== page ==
Welcome to Hashtag Trending – the weekend Edition, where we bring you an in-depth interview with an expert on topics relevant to today’s news.
I’m Jim Love, CIO of ITWC,  publishers or IT World Canada and Canadian CIO
This podcast was inspired by a recent report from Gartner that reported “Fifty-six percent of organizations said they had a high degree of purchase regret over their largest tech-related purchase in the last two years.”
The only surprise for me was that that number isn’t even higher.  For a great deal of may career I’ve been involved in purchasing and negotiating contracts for technology products and services – in IT departments and for many years as a consultant.  I’ve lived through from the days of handshakes to professional purchasing departments, committees and RFPs.
After forty years, I know one thing about purchasing of technology.  In all too many cases, what is supposed to be a process that protects the organization, is clumsy, bureaucratic and designed for failure.  All too often, it seems that good decisions might be more of an accident than the result of a process.
Is this too unkind?  I don’t think so.  Don’t get me wrong – there are good and professional people out there trying to make the right choices – but the all too many times, even smart, dedicated people are frustrated by the practices that are supposed to help them make better decisions.
This Gartner statistic shows that I’m not alone in this.  The results – the ones we hear about any way – often support this.  We hear of major disasters like the Phoenix project — but if you’ve been in this industry long enough, you know – and the Gartner report is only one of many that prove it.  There is, to put it mildly – a problem with purchasing.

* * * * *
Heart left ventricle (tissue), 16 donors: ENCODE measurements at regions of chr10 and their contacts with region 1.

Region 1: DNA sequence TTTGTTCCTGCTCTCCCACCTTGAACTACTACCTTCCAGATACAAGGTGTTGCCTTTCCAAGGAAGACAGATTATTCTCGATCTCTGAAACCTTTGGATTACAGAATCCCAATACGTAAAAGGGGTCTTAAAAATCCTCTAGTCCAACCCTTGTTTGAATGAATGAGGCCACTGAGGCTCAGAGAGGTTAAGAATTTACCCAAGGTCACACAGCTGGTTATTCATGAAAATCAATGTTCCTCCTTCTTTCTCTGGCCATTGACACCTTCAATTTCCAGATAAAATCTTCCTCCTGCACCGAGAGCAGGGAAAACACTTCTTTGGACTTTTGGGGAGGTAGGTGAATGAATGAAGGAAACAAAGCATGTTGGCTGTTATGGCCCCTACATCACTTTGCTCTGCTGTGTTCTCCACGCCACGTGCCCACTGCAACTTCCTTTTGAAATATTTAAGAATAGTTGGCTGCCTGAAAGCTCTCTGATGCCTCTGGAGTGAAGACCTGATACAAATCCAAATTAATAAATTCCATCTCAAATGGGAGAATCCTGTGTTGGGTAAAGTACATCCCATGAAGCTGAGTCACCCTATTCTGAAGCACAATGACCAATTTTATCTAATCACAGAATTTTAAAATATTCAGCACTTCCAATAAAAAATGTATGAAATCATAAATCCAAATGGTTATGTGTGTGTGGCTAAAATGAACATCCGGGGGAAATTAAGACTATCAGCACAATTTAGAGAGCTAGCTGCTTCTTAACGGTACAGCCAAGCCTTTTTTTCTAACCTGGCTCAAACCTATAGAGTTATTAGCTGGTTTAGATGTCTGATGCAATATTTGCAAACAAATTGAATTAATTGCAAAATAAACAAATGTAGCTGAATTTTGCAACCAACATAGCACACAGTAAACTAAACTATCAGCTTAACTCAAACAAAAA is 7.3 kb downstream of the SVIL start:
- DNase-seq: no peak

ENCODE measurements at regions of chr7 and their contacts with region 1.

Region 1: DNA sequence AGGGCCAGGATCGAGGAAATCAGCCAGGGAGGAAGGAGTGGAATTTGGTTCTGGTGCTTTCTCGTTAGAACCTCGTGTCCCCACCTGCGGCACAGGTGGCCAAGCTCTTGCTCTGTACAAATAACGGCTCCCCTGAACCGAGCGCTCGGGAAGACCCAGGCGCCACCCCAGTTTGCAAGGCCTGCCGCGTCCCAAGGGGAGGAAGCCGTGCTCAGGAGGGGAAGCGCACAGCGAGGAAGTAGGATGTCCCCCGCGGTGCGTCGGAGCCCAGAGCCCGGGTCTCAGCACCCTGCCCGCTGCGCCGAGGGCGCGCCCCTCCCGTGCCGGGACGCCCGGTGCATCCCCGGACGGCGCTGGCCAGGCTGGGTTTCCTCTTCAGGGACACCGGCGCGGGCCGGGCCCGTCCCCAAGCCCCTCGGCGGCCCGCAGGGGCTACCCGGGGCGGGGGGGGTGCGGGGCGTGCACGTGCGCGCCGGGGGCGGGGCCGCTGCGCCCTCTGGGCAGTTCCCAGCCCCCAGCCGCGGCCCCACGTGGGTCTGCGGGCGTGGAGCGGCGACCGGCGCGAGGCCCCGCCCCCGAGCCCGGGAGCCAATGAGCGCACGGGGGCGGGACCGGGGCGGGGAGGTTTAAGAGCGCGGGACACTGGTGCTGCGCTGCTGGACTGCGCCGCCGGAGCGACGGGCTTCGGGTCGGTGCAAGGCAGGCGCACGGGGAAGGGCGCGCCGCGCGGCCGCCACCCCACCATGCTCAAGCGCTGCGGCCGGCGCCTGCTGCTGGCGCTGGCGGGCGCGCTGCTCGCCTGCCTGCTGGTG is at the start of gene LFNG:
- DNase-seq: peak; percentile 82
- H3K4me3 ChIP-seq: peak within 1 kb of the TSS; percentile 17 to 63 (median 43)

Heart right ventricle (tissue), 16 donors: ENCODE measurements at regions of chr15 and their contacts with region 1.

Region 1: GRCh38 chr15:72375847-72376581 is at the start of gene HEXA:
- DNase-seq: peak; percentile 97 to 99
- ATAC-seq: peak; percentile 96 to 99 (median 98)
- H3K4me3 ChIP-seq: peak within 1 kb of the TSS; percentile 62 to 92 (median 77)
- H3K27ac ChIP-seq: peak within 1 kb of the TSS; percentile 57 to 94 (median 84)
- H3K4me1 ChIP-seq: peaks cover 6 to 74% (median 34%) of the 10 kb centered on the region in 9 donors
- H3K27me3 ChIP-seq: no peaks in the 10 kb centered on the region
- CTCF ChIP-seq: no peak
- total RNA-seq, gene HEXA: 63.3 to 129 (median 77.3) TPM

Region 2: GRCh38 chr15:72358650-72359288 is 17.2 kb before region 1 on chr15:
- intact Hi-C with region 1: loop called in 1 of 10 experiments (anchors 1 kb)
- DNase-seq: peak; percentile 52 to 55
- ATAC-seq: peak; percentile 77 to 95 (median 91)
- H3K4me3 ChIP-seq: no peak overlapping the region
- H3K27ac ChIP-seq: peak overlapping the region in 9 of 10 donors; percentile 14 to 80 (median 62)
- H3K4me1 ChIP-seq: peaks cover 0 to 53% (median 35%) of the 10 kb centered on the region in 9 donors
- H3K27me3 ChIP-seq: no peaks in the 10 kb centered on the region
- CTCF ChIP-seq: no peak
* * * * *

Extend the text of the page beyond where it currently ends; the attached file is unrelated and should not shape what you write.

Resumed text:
My guest today is Duncan Card.   Duncan is a lawyer and the author of Information Technology Transactions – Business, Management and Legal strategies.  It’s published by Thomson Reuters and it is, I dare say, the bible of modern purchasing.   To quote him in the introduction, “it is a business guide and a primer for the most important management, commercial, legal and strategic issues that  you need to know for engaging in a technology transaction.”
The book lives up to the promise.  It’s massive and complete – from setting a context, through detailed analysis of everything from selection to negotiation – and in case you think its all dry reading, it ends with a “Dear Executive” letter which guides you to “put these prescriptions and lessons learned into practice.”
No one better than Duncan to talk about some of the problems with purchasing.  I’ve asked Duncan to come in to our virtual studio and talk to us about 5 key problems that affect purchasing.  Listen to the podcast for these 5 key problems and ways to avoid them.
Check it out.

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